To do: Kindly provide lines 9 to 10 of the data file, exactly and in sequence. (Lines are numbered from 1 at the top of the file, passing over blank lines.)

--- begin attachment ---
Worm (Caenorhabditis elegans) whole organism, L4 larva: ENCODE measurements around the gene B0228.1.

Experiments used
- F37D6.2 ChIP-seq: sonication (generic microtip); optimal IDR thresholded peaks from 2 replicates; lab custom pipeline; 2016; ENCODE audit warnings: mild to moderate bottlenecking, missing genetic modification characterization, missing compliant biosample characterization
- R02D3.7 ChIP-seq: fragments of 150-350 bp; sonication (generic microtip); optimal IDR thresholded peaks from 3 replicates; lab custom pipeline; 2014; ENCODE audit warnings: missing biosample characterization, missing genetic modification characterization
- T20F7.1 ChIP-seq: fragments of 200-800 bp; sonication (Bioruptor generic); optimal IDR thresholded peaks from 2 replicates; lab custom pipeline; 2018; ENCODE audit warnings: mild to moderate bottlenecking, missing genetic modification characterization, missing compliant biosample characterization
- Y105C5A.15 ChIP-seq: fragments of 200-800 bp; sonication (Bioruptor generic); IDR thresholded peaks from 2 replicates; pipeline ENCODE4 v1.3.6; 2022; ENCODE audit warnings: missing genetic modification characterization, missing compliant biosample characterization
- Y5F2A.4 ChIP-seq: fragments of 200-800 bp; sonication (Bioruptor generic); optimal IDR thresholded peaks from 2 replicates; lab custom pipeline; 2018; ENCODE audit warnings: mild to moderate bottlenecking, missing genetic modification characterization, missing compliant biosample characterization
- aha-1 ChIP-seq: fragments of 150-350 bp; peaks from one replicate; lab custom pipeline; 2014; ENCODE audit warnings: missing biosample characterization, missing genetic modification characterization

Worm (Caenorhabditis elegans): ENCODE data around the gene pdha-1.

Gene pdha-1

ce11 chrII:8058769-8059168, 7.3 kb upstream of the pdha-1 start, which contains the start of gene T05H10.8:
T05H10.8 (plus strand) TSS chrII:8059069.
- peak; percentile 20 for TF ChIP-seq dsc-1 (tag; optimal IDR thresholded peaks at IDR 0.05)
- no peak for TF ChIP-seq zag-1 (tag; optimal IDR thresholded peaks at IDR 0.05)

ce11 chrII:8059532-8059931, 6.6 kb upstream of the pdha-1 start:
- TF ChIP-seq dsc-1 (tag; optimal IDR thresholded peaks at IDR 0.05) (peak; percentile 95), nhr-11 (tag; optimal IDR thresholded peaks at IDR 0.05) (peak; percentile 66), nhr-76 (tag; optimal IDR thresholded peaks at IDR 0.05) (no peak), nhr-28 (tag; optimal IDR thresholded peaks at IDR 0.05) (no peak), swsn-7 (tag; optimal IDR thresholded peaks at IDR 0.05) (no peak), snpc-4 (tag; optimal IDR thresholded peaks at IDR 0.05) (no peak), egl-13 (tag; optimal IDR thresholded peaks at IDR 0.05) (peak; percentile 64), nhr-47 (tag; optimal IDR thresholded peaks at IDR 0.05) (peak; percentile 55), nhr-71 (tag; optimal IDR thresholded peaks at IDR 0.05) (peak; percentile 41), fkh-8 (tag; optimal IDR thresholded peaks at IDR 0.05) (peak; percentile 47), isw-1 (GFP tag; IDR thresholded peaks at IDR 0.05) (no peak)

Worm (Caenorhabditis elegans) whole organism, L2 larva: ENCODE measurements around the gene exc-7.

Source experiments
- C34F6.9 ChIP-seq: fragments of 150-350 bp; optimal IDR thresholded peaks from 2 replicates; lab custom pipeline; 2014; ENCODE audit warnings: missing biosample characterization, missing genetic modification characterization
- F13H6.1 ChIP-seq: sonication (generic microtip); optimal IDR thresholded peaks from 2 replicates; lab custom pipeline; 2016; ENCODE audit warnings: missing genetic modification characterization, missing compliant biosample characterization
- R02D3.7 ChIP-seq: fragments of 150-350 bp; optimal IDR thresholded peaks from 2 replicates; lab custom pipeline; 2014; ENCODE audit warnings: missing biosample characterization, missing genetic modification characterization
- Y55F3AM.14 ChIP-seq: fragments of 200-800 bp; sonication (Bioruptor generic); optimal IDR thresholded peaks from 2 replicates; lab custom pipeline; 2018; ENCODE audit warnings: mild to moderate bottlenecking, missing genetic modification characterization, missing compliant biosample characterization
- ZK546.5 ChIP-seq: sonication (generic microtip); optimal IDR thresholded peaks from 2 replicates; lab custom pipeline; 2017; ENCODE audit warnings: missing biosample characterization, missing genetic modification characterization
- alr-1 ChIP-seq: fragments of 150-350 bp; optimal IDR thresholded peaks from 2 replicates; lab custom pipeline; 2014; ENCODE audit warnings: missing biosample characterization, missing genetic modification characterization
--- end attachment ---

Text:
Worm (Caenorhabditis elegans): ENCODE data around the gene pdha-1.

Gene pdha-1